It’s no surprise that the use of cloud computing in IT is receiving a lot of attention. Government and the private sector are both desperate to save money, and cloud providers, with their pay-as-you-go pricing models, promise a quick way to cut capital expenditures.
But what about security? That seems to be the main point of contention stopping many organisations from taking full advantage of the new utility computing model. They just don’t know if it’s safe.
This presents the security professional with a great opportunity. So often in the past, security people have acquired a reputation for saying ‘no’ to everything and blocking progress; now is their chance to make things happen and become a business enabler.
Security people should evangelise the benefits of the cloud, while showing any major transformation of business processes needs to be based on sound risk-based principles. That way, organisations can avoid embarrassing mistakes and also take full advantage of the benefits cloud can bestow.
The sooner organisations come to this realisation, the sooner they will reap the benefits and stay competitive against later adopters.
The recent Public Administration Select Committee report, which severely criticised government IT procurement practices, made this very point and warned against “gold-plating” security requirements. “Over classifying routine administrative and operational information causes unnecessary technology and operational costs, and prevents the public sector [from] taking advantage of the economies and efficiencies of commodity software and new opportunities,” it concluded.
Security is, of course, a major consideration in any kind of outsourcing deal, and customers need to understand the dangers, and learn to ask the right questions. How will data be handled, what controls does the outsourcer have in place and what happens when the contract ends?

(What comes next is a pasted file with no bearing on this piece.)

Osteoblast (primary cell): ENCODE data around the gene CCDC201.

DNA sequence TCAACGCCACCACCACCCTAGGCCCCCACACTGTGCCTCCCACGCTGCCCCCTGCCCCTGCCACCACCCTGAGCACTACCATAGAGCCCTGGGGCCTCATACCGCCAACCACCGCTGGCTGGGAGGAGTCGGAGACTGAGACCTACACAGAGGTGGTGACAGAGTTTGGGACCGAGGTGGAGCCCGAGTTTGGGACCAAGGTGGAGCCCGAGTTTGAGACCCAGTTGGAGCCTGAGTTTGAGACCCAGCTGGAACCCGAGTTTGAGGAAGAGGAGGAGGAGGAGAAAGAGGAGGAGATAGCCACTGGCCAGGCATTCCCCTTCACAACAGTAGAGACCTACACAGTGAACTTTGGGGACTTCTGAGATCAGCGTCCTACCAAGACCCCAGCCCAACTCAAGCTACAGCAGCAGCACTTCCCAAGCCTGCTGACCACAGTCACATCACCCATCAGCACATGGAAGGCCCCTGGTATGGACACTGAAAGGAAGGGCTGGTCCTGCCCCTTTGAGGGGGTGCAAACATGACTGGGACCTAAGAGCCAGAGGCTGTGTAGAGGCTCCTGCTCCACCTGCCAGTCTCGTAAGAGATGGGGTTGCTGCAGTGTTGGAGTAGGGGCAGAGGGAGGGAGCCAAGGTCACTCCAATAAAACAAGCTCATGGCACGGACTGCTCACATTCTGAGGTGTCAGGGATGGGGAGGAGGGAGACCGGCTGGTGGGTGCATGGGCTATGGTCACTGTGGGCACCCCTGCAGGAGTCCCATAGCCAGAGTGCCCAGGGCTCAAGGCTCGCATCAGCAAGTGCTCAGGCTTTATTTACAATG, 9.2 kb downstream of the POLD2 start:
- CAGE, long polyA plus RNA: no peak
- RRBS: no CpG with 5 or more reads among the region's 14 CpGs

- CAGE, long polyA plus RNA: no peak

The security professional is well placed to guide the process, to flag up the dangers, as well as encourage use of the most economic services where risks are lower.
Security professionals also need to stay up to date in the fast-moving industry of cloud-service provisioning. Technologies that will enable easier encryption of data in the cloud are in early development, as are the necessary identity management tools that will allow companies to integrate their cloud usage with their on-premise systems.
In addition, many of the big cloud service providers are now building huge server farms in Europe that satisfy the compliance concerns of companies here, thereby removing another big obstacle to widespread adoption.
The cloud, in all its manifestations, will change the face of IT over the coming years, bringing down costs and helping organisations to be more flexible and agile. The sooner organisations come to this realisation, the sooner they will reap the benefits and stay competitive against later adopters. By enabling this to happen safely, security professionals have a real chance to help their companies stay profitable in difficult times.